| DALIAN, China
DALIAN, China Oct 24 Berkshire Hathaway Inc's
Warren Buffett said on Wednesday he is scouring the world for big
businesses, but is doubtful about finding a good buy in China
because the market is too hot.
Hong Kong-listed shares in mainland companies .HSCE have
risen 89 percent so far this year, while the main Shanghai index
.SSEC has surged more than two-fold in 2007 and has jumped
five-fold since the start of last year.
Buffett, speaking to reporters at the opening of a factory
owned by an Israeli company he controls, had been asked about
Berkshire's investment in PetroChina Co Ltd (0857.HK) (PTR.N),
the country's largest oil and gas producer.
Buffett said last week that Berkshire (BRKa.N) (BRKb.N) had
sold its entire stake in PetroChina, netting a huge profit for
the insurance and investment company.
"It was a very easy decision to buy PetroChina. It was
one-third of what it was worth, maybe a quarter. I doubt in the
present market I would find something like that. The market has
been too hot. I will keep looking," he said.
Berkshire at one point had a stake of 11 percent in
PetroChina. The shares were worth $3.31 billion at the end of
2006, well above the $488 million that Berkshire paid for them,
according to Berkshire's latest annual report.
Buffett said he had written to PetroChina Chairman Jiang
Jiemin on Tuesday, thanking him for the "terrific" job he and his
managers had done for shareholders.
Buffett said last week he had sold on valuation grounds, not
because of criticism that PetroChina, through its
government-owned parent China National Petroleum Corp, is too
closely linked to Sudan.
The Sudanese government has been blamed for what the White
House has called genocide in the Darfur region.
NOT ON OUR RADAR
Buffett has long lamented his inability to deploy Berkshire's
cash hoard, which totalled $47 billion at the end of June. The
Omaha, Nebraska-based company owns more than 70 businesses and
has some $100 billion of stock and bond investments.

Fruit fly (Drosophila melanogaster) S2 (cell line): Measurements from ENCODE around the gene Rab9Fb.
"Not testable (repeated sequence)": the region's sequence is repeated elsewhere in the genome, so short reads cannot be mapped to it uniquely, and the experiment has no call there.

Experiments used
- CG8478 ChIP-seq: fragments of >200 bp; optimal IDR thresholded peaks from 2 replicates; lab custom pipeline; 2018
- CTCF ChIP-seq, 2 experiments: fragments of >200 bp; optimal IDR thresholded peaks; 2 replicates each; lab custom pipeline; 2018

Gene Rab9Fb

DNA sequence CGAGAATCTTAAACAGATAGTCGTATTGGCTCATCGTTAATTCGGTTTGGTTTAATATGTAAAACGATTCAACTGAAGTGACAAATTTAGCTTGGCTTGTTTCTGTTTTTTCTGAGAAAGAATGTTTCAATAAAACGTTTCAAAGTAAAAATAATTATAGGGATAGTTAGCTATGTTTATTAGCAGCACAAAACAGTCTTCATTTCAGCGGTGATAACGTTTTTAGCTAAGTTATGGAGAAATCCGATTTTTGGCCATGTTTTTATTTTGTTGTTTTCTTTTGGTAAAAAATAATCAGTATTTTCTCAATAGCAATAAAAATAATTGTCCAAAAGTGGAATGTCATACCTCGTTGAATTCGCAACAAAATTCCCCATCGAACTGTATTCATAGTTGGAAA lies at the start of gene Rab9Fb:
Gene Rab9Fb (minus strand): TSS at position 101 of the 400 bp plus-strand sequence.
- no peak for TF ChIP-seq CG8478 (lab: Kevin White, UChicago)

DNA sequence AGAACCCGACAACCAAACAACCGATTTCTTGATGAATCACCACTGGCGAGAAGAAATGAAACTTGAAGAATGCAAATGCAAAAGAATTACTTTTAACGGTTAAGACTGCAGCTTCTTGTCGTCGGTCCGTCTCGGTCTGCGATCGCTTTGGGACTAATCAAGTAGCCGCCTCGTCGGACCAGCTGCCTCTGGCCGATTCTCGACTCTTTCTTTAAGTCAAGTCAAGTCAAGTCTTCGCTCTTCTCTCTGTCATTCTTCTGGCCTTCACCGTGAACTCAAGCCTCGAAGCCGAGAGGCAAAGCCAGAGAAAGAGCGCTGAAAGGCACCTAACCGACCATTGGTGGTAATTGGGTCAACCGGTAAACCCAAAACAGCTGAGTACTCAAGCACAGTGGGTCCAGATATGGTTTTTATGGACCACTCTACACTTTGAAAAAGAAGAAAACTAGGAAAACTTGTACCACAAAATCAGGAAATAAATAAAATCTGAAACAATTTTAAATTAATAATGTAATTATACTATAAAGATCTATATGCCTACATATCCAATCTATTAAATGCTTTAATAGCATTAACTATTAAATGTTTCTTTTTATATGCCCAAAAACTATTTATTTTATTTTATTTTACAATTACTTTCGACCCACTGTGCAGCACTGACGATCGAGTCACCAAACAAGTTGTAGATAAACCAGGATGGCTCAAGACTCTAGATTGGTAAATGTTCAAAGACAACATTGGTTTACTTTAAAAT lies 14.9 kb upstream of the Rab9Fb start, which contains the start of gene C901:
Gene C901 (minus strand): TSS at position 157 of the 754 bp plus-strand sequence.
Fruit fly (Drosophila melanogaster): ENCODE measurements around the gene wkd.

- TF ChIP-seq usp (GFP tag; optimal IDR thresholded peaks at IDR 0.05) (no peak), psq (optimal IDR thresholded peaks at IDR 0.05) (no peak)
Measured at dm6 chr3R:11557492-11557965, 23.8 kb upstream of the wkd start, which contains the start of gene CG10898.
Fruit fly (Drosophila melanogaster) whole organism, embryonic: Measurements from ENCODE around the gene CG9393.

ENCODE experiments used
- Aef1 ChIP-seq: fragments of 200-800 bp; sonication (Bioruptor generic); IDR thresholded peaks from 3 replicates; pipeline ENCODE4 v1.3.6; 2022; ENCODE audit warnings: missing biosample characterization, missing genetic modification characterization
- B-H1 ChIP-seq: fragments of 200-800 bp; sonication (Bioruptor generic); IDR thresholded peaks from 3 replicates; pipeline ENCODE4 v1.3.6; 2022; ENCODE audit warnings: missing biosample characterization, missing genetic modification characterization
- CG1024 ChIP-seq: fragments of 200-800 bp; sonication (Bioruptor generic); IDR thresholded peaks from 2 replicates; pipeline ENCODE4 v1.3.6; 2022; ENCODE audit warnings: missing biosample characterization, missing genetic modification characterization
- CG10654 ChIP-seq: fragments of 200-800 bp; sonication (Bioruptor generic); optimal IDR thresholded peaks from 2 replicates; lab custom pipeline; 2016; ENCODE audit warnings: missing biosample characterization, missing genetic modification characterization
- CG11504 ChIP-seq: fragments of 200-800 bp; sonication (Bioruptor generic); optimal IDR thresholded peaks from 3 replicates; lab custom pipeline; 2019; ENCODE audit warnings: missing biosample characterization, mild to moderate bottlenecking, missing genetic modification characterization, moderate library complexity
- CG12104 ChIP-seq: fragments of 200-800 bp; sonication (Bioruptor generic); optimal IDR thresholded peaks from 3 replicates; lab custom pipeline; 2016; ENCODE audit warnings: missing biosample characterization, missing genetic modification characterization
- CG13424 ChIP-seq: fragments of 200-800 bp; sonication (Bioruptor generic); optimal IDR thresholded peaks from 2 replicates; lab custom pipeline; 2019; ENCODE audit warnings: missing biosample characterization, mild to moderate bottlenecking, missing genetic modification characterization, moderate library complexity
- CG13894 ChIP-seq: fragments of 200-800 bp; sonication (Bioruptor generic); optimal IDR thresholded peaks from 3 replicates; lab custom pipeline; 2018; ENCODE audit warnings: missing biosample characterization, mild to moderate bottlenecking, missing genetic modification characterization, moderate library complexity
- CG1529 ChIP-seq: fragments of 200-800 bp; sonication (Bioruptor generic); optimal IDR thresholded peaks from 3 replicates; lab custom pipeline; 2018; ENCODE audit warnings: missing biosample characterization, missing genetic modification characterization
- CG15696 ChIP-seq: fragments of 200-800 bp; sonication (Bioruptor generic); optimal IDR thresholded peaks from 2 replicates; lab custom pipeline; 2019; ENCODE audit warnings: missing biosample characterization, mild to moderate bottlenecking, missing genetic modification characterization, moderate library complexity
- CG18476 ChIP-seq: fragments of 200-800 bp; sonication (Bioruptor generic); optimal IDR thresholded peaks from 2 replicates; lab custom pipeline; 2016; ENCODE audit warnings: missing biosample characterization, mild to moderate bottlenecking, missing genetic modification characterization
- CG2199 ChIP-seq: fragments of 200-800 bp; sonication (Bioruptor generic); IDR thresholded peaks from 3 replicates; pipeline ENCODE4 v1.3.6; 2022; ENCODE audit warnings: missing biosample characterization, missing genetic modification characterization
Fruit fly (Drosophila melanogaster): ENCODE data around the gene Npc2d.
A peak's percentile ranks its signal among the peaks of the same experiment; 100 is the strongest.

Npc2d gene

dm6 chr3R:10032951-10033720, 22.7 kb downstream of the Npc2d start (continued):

Buffett specifically denied that Berkshire was interested in
buying shares in China Life Insurance Co (2628.HK)(601628.SS).
"There was a rumour, and that is not true. We don't have
anything against it. It just wasn't on our radar screen," he
Because of Berkshire's huge market capitalisation, any
acquisition would have to be big to make an impact on the
company, he said.
Buffett sidestepped a question about what advice he would
give to Chinese stock market investors but was happy to restate
his personal investment philosophy. He said he was hunting for
well-managed companies in sectors that he understood with an eye
to investing for 5, 10 or 20 years.
"We cannot dance in and out of businesses," he said.
He said he did not mind taking a big bet on a familiar
business. "Diversification is a protection against ignorance," he
said. "If you understand the business and buy at attractive
prices, there really isn't much risk."
Turning to the meltdown in the U.S. market for subprime
mortgages, Buffett said: "Subprime is a real problem, but there
are always problems. But we will get through it. How much pain it
will produce, I don't know. It will be significant."
Buffett was speaking at the opening of a factory owned by
Israel's Iscar International Metalworking Cos, in which Berkshire
has an 80 percent stake.